Barbara L. Philipp, MD, IBCLC, Anne Merewood, MA, IBCLC, Lisa W. Miller, BA, Neetu Chawla, BA, Melissa M. Murphy-Smith, BS, Jenifer S. Gomes, BA, Sabrina Cimo, BA, MPH, and John T. Cook, PhD
PEDIATRICS Vol. 108 No. 3 September 2001, pp. 677-681
Objective. Breastfeeding initiation rates were compared at Boston Medical Center before (1995), during (1998), and after (1999) Baby-Friendly policies were in place. Boston Medical Center, an inner-city teaching hospital that provides care primarily to poor, minority, and immigrant families, achieved Baby-Friendly status in 1999.
Methods. Two hundred complete medical records, randomly selected by a computer, were reviewed from each of 3 years: 1995, 1998, and 1999. Infants were excluded for medical records missing feeding data, human immunodeficiency virus-positive parent, neonatal intensive care unit admission, maternal substance abuse, adoption, incarceration, or hepatitis C-positive mother. All infant feedings during the hospital postpartum stay were tallied, and each infant was categorized into 1 of 4 groups: exclusive breast milk, mostly breast milk, mostly formula , and exclusive formula.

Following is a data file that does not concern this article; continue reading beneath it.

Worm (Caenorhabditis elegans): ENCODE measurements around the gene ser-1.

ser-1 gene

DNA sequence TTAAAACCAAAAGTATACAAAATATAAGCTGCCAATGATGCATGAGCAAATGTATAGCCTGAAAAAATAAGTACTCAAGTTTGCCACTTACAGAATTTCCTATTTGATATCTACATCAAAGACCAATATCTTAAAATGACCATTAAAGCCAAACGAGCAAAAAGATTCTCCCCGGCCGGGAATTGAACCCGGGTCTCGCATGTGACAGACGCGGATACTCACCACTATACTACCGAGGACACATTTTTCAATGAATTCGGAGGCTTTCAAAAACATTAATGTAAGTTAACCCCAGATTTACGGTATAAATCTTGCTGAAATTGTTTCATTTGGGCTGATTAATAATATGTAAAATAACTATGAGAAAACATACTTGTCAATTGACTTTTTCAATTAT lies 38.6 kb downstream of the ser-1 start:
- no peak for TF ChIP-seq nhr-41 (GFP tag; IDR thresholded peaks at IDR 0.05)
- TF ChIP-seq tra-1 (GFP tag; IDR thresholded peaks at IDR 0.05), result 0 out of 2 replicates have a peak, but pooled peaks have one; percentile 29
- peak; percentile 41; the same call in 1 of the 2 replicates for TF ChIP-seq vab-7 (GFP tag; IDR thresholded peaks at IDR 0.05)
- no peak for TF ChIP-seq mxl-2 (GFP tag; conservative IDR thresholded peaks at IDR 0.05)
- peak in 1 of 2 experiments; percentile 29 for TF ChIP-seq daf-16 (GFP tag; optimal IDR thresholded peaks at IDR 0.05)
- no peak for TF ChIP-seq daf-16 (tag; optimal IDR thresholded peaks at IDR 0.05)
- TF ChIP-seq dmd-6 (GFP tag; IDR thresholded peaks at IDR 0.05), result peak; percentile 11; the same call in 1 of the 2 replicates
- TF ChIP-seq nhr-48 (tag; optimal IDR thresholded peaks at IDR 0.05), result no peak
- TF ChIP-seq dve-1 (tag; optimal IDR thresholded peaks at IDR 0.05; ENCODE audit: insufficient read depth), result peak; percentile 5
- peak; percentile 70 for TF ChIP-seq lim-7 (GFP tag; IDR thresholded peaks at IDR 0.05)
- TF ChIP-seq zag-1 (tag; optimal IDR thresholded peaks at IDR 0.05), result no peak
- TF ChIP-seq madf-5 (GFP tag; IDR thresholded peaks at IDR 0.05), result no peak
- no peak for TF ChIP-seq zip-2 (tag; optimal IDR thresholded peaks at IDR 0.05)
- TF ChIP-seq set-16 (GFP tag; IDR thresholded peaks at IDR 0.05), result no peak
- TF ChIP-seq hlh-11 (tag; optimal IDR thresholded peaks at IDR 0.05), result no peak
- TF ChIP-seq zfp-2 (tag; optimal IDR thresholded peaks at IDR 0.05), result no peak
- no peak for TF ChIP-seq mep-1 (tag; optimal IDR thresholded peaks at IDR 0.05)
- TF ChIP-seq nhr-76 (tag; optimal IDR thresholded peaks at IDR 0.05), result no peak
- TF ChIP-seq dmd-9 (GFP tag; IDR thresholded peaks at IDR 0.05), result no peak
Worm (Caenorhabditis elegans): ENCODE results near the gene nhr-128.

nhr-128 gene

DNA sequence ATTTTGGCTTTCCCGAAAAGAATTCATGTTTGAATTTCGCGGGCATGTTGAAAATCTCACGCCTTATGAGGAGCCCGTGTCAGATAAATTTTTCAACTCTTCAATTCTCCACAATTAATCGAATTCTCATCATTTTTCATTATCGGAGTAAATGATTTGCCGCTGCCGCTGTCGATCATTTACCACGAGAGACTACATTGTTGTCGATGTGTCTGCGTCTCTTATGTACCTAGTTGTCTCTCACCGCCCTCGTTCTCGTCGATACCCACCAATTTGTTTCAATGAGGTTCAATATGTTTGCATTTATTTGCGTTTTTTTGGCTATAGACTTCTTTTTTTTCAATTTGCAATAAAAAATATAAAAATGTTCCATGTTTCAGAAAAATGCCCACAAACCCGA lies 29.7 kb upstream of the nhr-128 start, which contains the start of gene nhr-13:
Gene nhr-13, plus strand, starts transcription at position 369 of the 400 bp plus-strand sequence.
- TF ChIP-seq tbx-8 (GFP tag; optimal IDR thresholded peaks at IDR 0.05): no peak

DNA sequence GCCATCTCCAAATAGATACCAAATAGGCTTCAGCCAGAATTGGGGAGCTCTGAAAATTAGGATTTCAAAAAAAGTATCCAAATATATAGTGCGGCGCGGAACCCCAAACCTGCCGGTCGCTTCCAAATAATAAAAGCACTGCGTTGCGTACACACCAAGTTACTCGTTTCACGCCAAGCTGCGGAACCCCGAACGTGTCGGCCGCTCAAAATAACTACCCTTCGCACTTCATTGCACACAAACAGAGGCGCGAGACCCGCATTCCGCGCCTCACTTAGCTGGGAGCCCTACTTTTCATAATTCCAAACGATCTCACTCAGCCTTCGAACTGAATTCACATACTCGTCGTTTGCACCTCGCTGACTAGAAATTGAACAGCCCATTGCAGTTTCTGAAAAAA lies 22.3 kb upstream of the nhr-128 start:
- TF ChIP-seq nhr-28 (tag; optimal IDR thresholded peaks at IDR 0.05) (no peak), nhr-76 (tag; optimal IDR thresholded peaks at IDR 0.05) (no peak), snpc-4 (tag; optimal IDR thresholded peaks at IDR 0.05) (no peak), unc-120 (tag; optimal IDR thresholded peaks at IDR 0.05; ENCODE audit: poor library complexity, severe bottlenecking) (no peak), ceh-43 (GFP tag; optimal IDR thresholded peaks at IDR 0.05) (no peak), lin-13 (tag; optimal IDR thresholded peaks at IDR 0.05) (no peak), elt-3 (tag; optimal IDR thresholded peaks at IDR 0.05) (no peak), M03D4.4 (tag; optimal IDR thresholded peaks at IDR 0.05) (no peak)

Results. Maternal and infant demographics for all 3 years were comparable. The breastfeeding initiation rate increased from 58% (1995) to 77.5% (1998) to 86.5% (1999). Infants exclusively breastfed increased from 5.5% (1995) to 28.5% (1998) to 33.5% (1999). Initiation rates increased among US-born black mothers in this population from 34% (1995) to 64% (1998) to 74% (1999).
Conclusions. Full implementation of the Ten Steps to Successful Breastfeeding leading to Baby-Friendly designation is an effective strategy to increase breastfeeding initiation rates in the US hospital setting.
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